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Law360 (May 26, 2020, 7:21 PM EDT) -- Labor Secretary Eugene Scalia pushed back Tuesday against criticism that the department shortchanged workers' health by not issuing an emergency workplace safety regulation during the coronavirus pandemic, saying the agency has done plenty to safeguard workers' health without having to resort to rulemaking.
Scalia's remarks came during a virtual seminar on Zoom hosted by the Competitive Enterprise Institute, a free-market public policy think tank, that focused on deregulation.
During a portion of his largely prepared remarks, Scalia addressed critiques that have been levied against the U.S. Department of Labor, including through a lawsuit by the AFL-CIO, for failing to protect workers during the pandemic by issuing a formal regulation that imposes new legal safety mandates on employers.
Scalia cited numerous industry-specific safety guidance documents that the Occupational Health and Safety Administration has issued as well as the agency's ongoing enforcement efforts as evidence that the DOL has kept workplace safety at the forefront of its COVID-19 response such that a formal regulatory standard isn't necessary.
"At OSHA … we've been putting out extensive guidance for businesses and workers on the measures that we and the [Centers for Disease Control And Prevention] believe are necessary for a safe workplace," Scalia said. "There have been some asking us to issue a mandatory rule. We have not seen that that would be of any incremental value on top of the guidance we've provided and on top of the significant enforcement authority we already have in cases where employers aren't doing what needs to be done to protect those workers who return."
Scalia also noted that the DOL has responded to COVID-19 by helping implement congressional mandates for paid sick leave and enhanced unemployment insurance, and that the agency is now "pivoting" toward helping unemployed workers get back on the job in a "safe" way.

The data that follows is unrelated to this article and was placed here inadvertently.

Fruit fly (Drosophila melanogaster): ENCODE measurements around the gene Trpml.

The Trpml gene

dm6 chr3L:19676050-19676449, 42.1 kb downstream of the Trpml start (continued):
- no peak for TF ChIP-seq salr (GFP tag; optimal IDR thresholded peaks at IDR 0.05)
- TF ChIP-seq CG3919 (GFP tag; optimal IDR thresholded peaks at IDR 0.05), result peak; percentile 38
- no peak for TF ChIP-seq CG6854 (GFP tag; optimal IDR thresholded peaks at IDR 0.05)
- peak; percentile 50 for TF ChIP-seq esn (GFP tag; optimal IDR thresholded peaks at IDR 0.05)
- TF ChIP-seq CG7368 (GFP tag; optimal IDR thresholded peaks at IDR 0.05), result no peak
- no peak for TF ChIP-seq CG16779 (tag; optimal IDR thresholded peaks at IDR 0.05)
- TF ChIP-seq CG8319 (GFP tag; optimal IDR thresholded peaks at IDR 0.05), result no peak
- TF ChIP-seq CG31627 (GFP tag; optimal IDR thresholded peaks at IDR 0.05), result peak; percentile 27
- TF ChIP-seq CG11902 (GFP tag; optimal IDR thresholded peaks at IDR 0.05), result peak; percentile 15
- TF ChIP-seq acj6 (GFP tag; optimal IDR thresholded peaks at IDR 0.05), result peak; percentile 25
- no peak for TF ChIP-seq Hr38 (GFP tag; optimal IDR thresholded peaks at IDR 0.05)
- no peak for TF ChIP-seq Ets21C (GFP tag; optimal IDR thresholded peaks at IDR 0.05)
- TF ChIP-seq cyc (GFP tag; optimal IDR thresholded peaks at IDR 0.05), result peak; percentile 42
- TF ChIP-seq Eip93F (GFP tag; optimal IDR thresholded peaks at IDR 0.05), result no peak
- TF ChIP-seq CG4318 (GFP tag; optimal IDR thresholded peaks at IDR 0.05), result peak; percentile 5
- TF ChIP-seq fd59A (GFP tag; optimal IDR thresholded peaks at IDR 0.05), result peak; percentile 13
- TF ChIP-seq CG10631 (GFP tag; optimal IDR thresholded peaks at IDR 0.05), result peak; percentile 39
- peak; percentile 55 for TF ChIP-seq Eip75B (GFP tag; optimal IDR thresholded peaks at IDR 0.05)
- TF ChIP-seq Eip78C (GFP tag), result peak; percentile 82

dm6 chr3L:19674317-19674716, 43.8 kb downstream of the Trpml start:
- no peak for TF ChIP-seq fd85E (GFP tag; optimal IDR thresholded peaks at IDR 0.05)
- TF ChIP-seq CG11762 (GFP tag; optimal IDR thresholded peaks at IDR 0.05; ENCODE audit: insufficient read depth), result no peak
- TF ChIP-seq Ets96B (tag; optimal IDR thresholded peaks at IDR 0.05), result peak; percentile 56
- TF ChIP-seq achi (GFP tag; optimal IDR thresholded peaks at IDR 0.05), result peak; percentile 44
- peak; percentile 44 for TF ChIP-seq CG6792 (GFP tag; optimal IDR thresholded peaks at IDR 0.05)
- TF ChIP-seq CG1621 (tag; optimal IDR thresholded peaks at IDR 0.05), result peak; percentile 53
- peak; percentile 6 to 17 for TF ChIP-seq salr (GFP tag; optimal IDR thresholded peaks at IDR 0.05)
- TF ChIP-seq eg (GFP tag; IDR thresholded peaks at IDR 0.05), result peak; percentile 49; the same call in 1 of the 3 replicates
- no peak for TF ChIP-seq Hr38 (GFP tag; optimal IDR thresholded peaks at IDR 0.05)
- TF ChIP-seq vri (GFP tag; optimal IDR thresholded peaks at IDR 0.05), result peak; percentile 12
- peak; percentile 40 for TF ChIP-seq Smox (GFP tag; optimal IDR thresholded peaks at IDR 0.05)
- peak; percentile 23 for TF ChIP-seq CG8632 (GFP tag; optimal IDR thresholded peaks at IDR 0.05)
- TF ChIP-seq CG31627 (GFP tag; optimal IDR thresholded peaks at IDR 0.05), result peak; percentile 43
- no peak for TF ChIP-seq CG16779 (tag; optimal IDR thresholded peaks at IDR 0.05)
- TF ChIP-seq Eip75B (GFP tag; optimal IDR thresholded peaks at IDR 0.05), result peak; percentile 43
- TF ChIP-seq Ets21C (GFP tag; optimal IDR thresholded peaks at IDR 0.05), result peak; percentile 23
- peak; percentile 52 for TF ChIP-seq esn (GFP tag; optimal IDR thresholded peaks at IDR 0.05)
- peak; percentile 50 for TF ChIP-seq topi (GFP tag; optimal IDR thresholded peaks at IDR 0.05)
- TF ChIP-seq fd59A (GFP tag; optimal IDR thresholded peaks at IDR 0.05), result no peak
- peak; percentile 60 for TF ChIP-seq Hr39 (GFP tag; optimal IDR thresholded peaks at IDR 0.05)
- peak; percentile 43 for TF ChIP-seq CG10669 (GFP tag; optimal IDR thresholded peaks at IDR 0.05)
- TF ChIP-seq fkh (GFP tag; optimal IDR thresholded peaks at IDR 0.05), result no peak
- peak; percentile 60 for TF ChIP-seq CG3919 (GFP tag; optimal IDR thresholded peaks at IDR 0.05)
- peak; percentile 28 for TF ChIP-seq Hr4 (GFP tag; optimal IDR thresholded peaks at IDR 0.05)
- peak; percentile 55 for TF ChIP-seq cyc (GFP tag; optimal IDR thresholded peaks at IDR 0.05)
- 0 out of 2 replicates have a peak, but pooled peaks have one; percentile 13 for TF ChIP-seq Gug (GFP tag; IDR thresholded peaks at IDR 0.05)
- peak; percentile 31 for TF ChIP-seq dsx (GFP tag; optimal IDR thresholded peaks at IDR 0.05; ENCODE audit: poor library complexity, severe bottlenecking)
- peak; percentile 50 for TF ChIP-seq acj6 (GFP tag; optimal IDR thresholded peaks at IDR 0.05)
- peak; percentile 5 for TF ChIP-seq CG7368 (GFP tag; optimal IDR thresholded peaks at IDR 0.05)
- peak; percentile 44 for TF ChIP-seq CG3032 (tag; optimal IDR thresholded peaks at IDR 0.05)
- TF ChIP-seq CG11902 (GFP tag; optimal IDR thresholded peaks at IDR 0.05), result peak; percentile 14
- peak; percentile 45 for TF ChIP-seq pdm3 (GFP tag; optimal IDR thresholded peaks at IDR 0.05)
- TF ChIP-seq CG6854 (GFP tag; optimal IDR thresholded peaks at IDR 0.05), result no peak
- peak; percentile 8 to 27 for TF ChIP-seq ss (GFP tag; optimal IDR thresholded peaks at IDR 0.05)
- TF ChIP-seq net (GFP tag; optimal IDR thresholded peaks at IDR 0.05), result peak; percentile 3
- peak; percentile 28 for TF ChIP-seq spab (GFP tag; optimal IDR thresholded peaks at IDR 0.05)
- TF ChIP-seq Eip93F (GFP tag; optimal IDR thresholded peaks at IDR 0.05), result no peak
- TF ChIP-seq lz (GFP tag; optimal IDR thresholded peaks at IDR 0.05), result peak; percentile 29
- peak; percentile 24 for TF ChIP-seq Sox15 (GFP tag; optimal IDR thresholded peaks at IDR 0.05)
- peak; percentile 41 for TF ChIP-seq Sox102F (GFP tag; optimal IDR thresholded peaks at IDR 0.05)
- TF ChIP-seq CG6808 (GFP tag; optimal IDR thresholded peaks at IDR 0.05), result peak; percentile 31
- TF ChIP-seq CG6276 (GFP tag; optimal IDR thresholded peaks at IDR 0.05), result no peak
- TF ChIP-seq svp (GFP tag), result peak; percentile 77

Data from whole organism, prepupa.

"We appreciate that a business wants confidence in the measures that they need to take and to know that when those measures are taken [that] they've done enough," Scalia said. "And we're mindful as well that workers need confidence in the safety of their conditions when they return."
The labor secretary's comments came hours after a House Committee on Education and Labor announced that one of its subcommittees will hold a hearing on Thursday to delve into the Trump administration's handling of worker safety issues during the pandemic.
The long-awaited hearing, which will feature testimony from Loren Sweatt, the principal deputy assistant secretary of the Occupational Safety and Health Administration, was originally scheduled for last week but was postponed. That led to some partisan rancor among lawmakers over the reason for the delay. The DOL for its part released portions of Sweatt's written testimony shortly after the hearing was pushed back that reiterated OSHA's commitment to addressing COVID-19.
Besides his brief aside regarding OSHA, Scalia spent the bulk of his remarks on Tuesday buttressing the Trump administration's years-long push to cut what it sees as burdensome regulations on employers that impair economic growth.
President Donald Trump took the latest step in furthering that goal last week when he signed an executive order mandating that government agencies do all they can to reasonably ease or eliminate rules on businesses as unemployment and business closures mount due to the pandemic. The move was in keeping with other executive orders Trump has issued throughout his term, including one that came soon after he took office directing federal agencies to eliminate two regulations for every new one passed.
Scalia referenced both of Trump's executive orders, saying they evince a broad administration-wide push toward deregulation that he has worked to advance since taking the helm at DOL last year after he worked for years as a private practitioner challenging federal regulations.
Moreover, Scalia touted the pre-pandemic unemployment rates and jobs numbers as evidence that the administration's deregulatory push yielded positive economic results. But he acknowledged that the virus has drastically altered the employment landscape, as nearly 40 million workers have filed for unemployment benefits in recent months and the unemployment rate has climbed to 14.7%.
The DOL chief also said that the unemployment rate "will be higher" when the agency puts out its next unemployment report. But he asserted that the path to reviving the economy won't be through "government mandates."
"Since March, our nation has been in a period of extraordinary government intervention and that has been needed, we had to do it," he said. "But we cannot forget the exceptional economy we had before the virus and the policies that brought it about. And we cannot forget that the single best thing that the government can do for the American worker is to foster conditions for vibrant job growth."
--Additional reporting by Kevin Stawicki, Michael Phillis and Braden Campbell. Editing by Haylee Pearl.
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